“Although the segment of hypermarkets, supermarkets and leisure activities is not included in the index that monitors trends in shopping galleries, even here we have seen a growth of turnover. For hypermarkets and supermarkets over the past three years and for rents over the past two years. The last year was a record year. Turnover increased by 7.6% y-o-y and rents by 1.7% y-o-y. Another major segment that is expected to produce strong results is the entertainment and leisure activities segment. This segment has been dominated by cinemas for a long time. Over the past three years, they reported an incredible growth of revenues for over 40%, of which in 2018 (19%), which is in line with the trend of revenues reported by the Union of Film Distributors,” adds Katarína Brydone, Head of Retail at CBRE.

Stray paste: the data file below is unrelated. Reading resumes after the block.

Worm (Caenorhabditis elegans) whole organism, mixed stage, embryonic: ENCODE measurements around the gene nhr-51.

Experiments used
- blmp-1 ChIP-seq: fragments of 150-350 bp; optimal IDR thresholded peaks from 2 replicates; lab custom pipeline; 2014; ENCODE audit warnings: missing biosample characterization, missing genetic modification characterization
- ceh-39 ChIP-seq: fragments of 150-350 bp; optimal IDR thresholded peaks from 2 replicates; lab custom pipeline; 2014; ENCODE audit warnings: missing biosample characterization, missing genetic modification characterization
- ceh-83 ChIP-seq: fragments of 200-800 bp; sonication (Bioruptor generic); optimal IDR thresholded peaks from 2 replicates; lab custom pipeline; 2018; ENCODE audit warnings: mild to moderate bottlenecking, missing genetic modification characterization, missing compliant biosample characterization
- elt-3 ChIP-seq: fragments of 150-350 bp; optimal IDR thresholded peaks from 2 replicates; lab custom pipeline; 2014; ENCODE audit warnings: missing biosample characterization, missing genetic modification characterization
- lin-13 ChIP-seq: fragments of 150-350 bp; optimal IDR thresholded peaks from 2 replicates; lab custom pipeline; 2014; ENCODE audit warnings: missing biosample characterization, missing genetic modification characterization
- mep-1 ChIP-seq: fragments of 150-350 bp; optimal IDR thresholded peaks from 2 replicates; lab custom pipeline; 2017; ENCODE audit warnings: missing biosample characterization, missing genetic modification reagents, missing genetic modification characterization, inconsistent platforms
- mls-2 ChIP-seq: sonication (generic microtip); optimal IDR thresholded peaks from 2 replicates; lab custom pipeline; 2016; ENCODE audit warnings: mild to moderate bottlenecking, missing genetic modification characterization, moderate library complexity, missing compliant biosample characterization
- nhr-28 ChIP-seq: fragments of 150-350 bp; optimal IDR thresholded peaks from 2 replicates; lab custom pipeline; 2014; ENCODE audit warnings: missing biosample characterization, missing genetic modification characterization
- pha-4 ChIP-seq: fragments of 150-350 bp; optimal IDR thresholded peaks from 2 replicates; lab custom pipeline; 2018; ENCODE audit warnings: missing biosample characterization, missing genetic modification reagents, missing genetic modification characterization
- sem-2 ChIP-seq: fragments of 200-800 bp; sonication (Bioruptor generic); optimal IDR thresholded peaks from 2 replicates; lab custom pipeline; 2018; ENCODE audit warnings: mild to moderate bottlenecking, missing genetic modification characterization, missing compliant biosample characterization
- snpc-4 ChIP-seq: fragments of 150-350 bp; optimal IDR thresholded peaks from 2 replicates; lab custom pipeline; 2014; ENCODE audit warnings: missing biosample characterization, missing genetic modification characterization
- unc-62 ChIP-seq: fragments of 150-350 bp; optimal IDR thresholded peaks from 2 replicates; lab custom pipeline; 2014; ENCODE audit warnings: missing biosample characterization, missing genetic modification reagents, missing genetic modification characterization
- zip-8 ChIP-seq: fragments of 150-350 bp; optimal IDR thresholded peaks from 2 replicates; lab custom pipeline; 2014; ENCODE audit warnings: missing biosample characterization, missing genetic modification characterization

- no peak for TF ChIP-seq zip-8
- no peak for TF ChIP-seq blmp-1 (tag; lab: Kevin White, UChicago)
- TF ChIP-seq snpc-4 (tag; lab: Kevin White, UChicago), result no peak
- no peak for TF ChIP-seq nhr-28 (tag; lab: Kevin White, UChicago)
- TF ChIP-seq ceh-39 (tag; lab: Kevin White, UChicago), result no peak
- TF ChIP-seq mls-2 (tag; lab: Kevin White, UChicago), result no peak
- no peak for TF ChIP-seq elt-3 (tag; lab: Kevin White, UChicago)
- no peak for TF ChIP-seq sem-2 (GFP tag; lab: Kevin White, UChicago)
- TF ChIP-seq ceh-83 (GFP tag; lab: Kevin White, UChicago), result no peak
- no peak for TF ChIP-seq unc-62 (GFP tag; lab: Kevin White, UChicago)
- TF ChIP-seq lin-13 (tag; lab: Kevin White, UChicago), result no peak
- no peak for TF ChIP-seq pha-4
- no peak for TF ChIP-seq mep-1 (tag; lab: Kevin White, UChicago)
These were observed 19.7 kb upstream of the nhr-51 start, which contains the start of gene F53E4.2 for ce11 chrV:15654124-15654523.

Rent, despite four years of strong growth of turnover, does not grow significantly
It could be expected that four years of strong turnover growth will show up in the growth of average rent. But this is far from the case. In 2017, the average rent grew for the first time by almost 5%, but the last year did not repeat this growth. The average rent grew by only 1%.